Subject: NANFA-L-- 40,000 little pallid sturgeon!
From: Hoover, Jan J ERDC-EL-MS (Jan.J.Hoover at erdc.usace.army.mil)
Date: Wed Sep 01 2004 - 17:39:24 CDT
Bismarck Tribune, Sept. 1, 2004:
Project will tag 40,000 young pallids (By RICHARD HINTON) --
An enormous pallid sturgeon tagging effort scheduled to begin next week is
expected to double the number of the young, endangered fish swimming in the
Missouri River.The plan calls for 40,000 to 50,000 pallids to be tagged at
the Garrison Dam National Fish Hatchery in Riverdale during two sessions.
"We've got a total of 50,000 fingerlings totaled to date," said Rob Holm,
the hatchery's project leader. "The stocking here will just about double
that." Holm isn't sure where all of the young pallids are bound for. "We
have feelers out," he said Tuesday. "We're hoping everywhere from Montana to
Missouri." The fingerling pallids are part of an exceptional June spawn.
"Their survival has been just phenomenal, and they are growing so fast we
just don't have the space," Holm said.
The tagging work will begin Sept. 7 and probably go through Sept. 10. Crews
will finish up the project starting Sept. 28. Four four-person teams will
do the tagging, which will involve giving the 3- to 4-inch fish two forms of
identification, an elastomer tag and a coated wire tag. Biologists say they
believe fewer than 200 mature pallids exist in the Missouri and Yellowstone
rivers between Fort Peck Reservoir in Montana and North Dakota's Lake
Sakakawea. Female pallids take between 10 and 20 years to reach adulthood
and produce eggs, and males mature in seven to nine years. With most of the
upper river adult population expected to die off within the next 10 years,
the tagging and stocking effort for the endangered species takes on added
In July, biologists, technicians and volunteers put in a long day's work and
tagged about 2,400 pallids from the 2003 year class for release downriver.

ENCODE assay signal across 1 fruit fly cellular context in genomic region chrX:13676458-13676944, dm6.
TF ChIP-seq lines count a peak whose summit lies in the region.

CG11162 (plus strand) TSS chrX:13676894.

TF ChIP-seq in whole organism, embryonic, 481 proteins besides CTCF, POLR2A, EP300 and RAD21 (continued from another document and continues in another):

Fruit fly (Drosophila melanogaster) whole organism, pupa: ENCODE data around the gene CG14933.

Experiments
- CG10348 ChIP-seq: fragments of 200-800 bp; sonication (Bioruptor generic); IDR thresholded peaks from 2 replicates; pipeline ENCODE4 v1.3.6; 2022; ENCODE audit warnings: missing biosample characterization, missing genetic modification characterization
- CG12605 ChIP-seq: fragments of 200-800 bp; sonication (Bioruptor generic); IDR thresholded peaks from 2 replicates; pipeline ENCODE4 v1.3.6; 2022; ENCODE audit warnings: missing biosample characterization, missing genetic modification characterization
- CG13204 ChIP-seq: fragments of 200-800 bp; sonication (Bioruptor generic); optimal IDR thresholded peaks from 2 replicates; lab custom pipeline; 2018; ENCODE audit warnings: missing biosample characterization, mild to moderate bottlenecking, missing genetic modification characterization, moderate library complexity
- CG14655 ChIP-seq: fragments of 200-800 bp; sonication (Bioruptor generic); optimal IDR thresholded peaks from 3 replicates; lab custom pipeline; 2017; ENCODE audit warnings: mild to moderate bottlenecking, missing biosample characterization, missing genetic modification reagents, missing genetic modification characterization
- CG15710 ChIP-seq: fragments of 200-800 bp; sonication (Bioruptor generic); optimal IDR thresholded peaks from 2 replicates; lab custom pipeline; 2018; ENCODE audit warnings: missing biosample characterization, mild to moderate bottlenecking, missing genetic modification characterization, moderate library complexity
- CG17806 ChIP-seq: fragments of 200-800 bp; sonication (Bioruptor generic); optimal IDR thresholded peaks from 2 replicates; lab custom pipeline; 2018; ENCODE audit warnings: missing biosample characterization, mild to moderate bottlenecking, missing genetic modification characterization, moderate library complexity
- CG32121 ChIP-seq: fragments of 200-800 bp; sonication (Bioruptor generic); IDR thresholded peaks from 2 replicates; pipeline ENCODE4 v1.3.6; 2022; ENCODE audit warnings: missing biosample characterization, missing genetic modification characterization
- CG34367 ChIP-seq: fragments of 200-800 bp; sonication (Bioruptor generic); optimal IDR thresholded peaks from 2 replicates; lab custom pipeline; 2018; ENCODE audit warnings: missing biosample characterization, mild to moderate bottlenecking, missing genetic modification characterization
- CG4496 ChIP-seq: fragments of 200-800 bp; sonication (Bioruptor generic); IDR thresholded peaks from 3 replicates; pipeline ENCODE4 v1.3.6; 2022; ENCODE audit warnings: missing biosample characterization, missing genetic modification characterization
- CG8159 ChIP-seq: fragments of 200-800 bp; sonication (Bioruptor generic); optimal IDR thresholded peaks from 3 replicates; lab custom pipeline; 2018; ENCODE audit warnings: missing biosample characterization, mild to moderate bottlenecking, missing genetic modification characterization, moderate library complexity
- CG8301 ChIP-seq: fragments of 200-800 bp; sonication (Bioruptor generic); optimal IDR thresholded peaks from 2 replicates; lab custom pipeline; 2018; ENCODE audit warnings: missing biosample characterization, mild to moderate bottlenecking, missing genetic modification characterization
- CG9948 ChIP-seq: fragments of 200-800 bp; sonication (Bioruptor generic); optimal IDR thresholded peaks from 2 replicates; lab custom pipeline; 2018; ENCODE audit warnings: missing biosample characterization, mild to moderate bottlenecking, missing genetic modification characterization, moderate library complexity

The tagging equipment will be air driven this time, instead of the
hand-operated equipment crews used in the July tagging project. "Hopefully
it will go quickly," Holm said. The goal is four pallids per team per
minute. And such an abundant spawn couldn't have come at a better time.
The U.S. Army Corps of Engineers will conduct a pallid sturgeon assessment
throughout the Missouri River system starting in the spring. "There is lots
we don't know yet," said Paul Johnston, a corps spokesman in Omaha, Neb.
"This is a beginning study, and there will be more in the future." Among
the goals will be to get a better handle on the pallid populations, to
figure out the influence of water temperature on spawning and learn how much
a spring rise influences spawning.
"It's good to have (the pallids) go in right before the assessment," Holm
said, "so we know how these fish do in the wild." This year's spawn
involved four mature female pallids and 16 mature males. Three of the
pallids weighed in the 60- to 65-pound range and most of the others weighed
between 40 and 50 pounds. "Obviously we had good females from the wild, and
obviously we hit it just perfect," Holm said of this year's spawn. "It's
making a lot of work for us."
(Reach reporter Richard Hinton at 250-8256 or outdoors at bismarcktribune.net
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: Fri Dec 31 2004 - 11:27:11 CST